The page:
On a vulnerability scale of 14, 10 and above qualifies a person for the most expensive and intense form of housing help — permanent supportive housing. It provides counseling and an array of other social services along with an apartment.
Burrell scored under 10 and will be referred for rental assistance — help with a security deposit and first month's rent. That is the most common referral, said Edelstein, which means that most people need a good push in the right direction, rather than an all-out rescue. Edelstein also guided Burrell on how she might quickly receive mental-health counseling and get a spot in a transitional housing program for women, a place she can stay until she lands an apartment.
"Now I can look ahead, not back," said Burrell.
A Single Waiting List
Another major new piece is the introduction of a single housing waiting list for each of Connecticut's eight regions. It used to be that every housing provider maintained its own list, and it was possible that a savvy person could get himself or herself on a half-dozen lists or more. But that method excluded the many needy people who weren't advocating for themselves.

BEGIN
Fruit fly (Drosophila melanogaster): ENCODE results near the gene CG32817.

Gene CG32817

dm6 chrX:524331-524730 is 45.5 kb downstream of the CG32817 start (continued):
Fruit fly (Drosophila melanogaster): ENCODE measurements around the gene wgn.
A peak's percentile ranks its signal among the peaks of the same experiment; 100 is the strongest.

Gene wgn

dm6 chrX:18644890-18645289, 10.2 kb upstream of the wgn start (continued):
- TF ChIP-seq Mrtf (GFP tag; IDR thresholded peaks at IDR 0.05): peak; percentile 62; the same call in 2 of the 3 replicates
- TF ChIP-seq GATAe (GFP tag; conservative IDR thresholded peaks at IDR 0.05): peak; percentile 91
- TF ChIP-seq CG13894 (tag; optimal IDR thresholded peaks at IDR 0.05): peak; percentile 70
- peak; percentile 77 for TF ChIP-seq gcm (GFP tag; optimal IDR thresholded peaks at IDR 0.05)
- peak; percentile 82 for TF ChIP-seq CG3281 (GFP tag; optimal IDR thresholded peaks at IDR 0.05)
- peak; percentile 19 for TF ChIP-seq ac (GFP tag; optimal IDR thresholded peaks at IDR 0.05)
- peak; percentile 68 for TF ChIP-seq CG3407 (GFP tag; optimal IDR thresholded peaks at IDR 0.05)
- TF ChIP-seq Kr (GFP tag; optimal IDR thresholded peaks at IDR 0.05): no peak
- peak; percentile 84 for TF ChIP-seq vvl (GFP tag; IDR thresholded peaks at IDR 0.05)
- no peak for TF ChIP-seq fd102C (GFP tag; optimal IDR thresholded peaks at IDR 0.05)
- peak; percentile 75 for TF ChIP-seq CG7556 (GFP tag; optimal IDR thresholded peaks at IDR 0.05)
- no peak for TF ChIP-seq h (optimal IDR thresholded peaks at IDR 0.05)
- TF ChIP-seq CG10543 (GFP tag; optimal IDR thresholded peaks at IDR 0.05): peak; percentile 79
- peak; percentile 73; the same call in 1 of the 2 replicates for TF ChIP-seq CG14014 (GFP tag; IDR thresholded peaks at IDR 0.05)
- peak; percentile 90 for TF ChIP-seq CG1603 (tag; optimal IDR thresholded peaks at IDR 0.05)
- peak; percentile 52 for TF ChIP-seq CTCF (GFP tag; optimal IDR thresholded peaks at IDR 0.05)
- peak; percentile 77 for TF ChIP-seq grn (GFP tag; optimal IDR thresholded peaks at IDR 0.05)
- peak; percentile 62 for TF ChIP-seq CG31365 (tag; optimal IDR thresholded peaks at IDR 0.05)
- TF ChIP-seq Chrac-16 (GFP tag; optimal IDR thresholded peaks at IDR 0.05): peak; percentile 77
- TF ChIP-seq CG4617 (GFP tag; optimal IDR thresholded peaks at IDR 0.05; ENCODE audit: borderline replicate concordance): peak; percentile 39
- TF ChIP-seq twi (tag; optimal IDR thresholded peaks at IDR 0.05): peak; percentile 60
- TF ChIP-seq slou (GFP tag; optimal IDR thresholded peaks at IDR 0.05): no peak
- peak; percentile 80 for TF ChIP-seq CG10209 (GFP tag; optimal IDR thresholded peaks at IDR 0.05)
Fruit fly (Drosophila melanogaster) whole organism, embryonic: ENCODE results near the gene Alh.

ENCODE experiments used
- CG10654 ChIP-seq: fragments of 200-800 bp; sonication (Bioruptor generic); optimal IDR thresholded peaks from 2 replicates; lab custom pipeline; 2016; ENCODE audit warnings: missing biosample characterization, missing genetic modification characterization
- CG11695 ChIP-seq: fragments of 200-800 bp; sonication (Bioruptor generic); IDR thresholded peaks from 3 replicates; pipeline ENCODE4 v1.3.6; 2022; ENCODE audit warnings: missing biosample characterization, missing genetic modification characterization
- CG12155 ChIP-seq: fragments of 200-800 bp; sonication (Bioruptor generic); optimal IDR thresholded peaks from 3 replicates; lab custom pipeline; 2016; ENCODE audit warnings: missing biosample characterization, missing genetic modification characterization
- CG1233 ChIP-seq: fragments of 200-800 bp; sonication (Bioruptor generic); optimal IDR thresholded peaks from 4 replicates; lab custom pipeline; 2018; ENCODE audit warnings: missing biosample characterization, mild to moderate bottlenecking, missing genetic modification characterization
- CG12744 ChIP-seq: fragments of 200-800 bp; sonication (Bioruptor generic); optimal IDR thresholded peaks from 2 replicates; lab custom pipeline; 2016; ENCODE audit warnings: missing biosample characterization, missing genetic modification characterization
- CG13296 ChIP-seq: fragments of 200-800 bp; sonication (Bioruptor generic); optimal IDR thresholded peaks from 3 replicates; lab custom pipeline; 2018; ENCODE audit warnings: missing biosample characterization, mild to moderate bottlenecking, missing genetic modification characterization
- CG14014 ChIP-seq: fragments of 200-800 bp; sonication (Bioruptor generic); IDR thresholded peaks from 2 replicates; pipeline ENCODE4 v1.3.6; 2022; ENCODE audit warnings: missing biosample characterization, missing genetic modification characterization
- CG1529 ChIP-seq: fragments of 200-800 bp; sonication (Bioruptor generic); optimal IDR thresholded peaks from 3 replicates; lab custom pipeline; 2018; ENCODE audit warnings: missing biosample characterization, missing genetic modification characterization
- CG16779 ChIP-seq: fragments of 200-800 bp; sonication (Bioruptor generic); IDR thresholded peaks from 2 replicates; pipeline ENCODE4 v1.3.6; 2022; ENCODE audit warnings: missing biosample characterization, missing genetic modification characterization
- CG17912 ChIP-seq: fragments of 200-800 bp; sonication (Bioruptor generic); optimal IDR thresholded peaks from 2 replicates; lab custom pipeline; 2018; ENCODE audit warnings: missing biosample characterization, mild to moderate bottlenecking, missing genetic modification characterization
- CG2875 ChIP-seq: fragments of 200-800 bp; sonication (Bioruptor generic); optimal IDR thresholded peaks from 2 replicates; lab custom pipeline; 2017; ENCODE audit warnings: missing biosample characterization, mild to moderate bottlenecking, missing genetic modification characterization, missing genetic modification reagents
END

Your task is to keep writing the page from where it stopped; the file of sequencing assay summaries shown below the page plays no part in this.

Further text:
The new single regional registries are ordered strictly by the vulnerability of the person. Those who have been living outside the longest, or who are the most mentally or physically ill, are placed higher on the list.
When there were multiple waiting lists in each region, the tendency was for the most sympathetic people to move up on the list the fastest, said Zall.
"I try to love everyone, but some of our people are downright annoying and difficult. But they also may be the neediest," said Zall, adding that the goal, always, is to end the revolving door of chronic homelessness.
Under the new approach, the person who has been sleeping under a bridge would be given a higher priority than someone who been sharing an apartment and lost it because they lost their minimum wage job, even though that person has some kind of a housing track record, said Lisa Tepper Bates, who directs the Connecticut Coalition to End Homelessness.
She said the experience in Connecticut and nationally shows that chronically homeless people respond well if given an opportunity for housing.
Since as many as 70 percent of people who go to homeless shelters return to some form of housing on their own within a few weeks, the focus now is more squarely on the small percentage of chronically homeless, those defined as being homeless for a total of 365 days over the last three years.